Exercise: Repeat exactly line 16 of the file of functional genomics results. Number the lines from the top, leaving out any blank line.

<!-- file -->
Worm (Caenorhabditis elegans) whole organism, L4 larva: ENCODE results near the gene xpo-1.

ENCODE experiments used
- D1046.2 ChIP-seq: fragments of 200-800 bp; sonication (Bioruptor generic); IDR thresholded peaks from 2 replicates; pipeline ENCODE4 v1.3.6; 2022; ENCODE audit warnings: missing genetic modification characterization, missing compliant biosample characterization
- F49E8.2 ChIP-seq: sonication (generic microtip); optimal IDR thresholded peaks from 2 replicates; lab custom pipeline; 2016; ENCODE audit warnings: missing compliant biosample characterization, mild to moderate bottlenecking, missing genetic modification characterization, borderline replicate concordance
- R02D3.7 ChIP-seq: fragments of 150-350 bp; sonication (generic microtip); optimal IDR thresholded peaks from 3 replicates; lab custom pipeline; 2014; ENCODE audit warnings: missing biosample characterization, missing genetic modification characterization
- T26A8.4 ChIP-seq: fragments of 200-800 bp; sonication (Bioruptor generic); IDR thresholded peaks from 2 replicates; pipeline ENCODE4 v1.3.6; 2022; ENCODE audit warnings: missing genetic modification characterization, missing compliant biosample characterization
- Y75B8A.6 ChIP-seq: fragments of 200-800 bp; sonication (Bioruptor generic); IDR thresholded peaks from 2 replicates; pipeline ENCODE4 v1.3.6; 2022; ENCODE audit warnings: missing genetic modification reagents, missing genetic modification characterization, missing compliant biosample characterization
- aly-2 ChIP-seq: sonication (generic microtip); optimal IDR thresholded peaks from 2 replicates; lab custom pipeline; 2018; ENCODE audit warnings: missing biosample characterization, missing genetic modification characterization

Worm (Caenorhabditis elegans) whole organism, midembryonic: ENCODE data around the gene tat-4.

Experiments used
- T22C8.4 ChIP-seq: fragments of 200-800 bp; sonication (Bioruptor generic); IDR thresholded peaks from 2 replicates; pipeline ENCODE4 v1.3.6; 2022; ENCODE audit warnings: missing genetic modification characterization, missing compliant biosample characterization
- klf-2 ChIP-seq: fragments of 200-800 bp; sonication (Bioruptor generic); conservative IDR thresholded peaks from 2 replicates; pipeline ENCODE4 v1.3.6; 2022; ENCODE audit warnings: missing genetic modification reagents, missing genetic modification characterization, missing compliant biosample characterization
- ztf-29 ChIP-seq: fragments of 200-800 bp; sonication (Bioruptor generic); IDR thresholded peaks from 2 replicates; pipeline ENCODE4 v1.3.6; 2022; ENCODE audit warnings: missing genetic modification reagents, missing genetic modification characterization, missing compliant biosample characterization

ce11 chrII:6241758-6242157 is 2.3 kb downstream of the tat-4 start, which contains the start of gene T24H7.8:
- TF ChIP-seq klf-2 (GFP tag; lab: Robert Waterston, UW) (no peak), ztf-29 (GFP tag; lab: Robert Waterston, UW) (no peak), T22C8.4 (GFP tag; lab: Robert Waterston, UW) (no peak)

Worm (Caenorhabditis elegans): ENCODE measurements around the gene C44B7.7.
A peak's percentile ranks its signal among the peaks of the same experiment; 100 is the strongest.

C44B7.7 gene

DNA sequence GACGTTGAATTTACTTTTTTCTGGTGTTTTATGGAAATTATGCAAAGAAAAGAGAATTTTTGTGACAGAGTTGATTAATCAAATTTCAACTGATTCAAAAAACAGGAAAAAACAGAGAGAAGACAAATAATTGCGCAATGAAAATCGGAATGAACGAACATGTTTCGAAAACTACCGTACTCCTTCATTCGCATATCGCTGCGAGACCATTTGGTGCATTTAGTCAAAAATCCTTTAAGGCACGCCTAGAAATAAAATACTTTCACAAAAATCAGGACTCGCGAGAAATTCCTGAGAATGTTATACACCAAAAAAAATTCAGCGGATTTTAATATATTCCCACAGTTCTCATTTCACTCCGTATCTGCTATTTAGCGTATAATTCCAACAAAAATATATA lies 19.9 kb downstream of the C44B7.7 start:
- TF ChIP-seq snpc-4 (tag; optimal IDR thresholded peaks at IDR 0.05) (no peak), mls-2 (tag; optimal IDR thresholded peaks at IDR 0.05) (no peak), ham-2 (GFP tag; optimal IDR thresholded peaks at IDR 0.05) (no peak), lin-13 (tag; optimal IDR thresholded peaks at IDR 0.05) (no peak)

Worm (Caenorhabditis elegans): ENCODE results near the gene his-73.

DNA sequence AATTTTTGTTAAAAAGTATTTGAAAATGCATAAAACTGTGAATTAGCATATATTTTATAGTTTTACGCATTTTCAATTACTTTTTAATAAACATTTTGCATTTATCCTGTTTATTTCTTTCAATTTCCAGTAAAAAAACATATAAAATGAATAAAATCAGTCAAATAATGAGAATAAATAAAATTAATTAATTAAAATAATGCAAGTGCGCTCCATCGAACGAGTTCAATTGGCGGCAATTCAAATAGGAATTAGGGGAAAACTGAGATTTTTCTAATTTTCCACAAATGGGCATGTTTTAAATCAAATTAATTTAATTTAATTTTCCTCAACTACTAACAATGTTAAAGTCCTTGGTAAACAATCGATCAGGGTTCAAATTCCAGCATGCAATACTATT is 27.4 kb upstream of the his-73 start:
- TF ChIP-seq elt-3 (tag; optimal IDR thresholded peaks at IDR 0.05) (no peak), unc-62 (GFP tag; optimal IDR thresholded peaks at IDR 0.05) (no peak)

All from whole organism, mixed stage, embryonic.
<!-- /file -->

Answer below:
Worm (Caenorhabditis elegans): ENCODE measurements around the gene C44B7.7.